Cambo Estate was the destination, the road long and winding. But I’d forgotten what a beautiful corner the East Neuk is, especially when the sun shines. It was a day that promised much; delivered far more.
You may remember that I mentioned the Littoral festival a few weeks back. There had been events across the area for the previous few days, and a final flourish on the morrow, forever now known as MurrayDay. But it was Cambo Day that drew me in, and as I drove through the gates and was marshalled, smilingly, through the policies to the car park, the house appearing in the trees, I couldn’t help but wonder if it were my ancestors that tended those grounds in years gone by.
Lord & Lady Erskine, having given over their home for the day, were on hand, but I think I’ll set The Genealogist a task or two first. I know that my long line of farm servants spread out from their base around Kilrenny and Cellardyke, the farms of Ceres and Carnbee, towards the east coast. And the parishes of Leuchars and Kingsbarns feature on the family tree. So, time to dig a bit deeper, and perhaps to access the Cambo archives. My blood may have ploughed or milked, or tended those magnificent gardens, even waited on those massive tables.
But it was my turn to wander, to sit and to listen. The Urchins had a great day out, with the storytellers and the face-painting, beach foraging and nibbles of seaweed, wild garlic, and birds crafted from card and feathers.
My angst over which event to attend and which to miss was alleviated when I heard that Miriam Darlington was sadly unwell, and absent. But her slot was filled by Sir John Lister-Kaye OBE, and who better to talk of Otter Country. Still, there was a writing workshop to attend, new tricks, new exercises, and new friends.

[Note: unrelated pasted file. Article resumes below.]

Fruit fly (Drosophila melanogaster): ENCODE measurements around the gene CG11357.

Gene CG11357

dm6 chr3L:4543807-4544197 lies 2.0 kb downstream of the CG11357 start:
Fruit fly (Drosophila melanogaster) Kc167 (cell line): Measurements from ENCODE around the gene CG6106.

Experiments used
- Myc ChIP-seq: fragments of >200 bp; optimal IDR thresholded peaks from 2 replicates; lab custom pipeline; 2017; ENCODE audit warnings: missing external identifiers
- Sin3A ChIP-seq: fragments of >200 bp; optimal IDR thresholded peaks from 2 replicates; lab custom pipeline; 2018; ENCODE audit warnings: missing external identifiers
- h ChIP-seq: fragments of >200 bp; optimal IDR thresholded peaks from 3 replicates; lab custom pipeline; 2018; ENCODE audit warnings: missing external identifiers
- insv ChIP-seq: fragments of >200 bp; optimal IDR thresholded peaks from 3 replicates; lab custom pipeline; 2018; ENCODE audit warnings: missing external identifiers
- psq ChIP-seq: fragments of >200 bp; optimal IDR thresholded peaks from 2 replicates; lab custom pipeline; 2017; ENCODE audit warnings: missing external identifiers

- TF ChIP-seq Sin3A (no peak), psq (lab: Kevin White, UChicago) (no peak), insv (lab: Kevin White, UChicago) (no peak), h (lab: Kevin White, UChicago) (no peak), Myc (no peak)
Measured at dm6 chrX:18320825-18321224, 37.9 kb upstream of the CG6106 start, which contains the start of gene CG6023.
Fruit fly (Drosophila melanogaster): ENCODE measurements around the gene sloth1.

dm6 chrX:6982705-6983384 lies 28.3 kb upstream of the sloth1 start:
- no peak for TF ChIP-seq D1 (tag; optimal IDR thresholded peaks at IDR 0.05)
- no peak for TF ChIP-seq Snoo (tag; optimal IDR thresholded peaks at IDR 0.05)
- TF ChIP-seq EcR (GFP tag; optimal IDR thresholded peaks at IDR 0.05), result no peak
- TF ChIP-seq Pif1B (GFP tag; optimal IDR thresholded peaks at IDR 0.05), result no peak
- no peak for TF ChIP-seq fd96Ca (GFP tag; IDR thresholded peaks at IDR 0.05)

I’d had the pleasure of John Lister-Kaye at his morning session, talking of his life and his books. He read from several, and tales of his daughter, age 9, wandering off in the Kalahari as the lions roared all around, brought back forgotten passages of some wonderful writing. He’s a new one coming out next year, as yet untitled, and he read from it, wonderfully.
It’s that authorial voice that makes the difference, brings a book event to life. And when the words are as good as JLK’s, the tales as rich from his days with Maxwell to the magic of Aigas, then the voice spoke and the room hushed. It’s the first time I’ve listened at a book event spread across a 19th century settee; but there was no chance of drifting off to sleep, for it was mesmerising.
I was back in the Drawing Room for Esther Woolfson and Conor Jameson, talking birds; his goshawks predating on her crows and magpies; and rich tales and fine words.
Authors love to talk about books, especially those written by others. One book cropped up time and again. I’d read J A Baker’s The Peregrine, on recommendation for another fine writer, Mark Charlton. The Gold Standard it is, according to Lister-Kaye. I couldn’t possibly disagree.
I’ve a fine list of books on the list now, written by, or talked about, by our hosts. I blethered with David Robinson of The Scotsman’s recent folly, and browsed Lord Eskine’s bookcases with Gavin Francis. Alexander Burnes appeared on the shelves, Cabool no less, and Arctic exploration that had young Dr Francis drooling. He’s working on his Himalayan travels, another one to look for in a year or three.
And there’s more……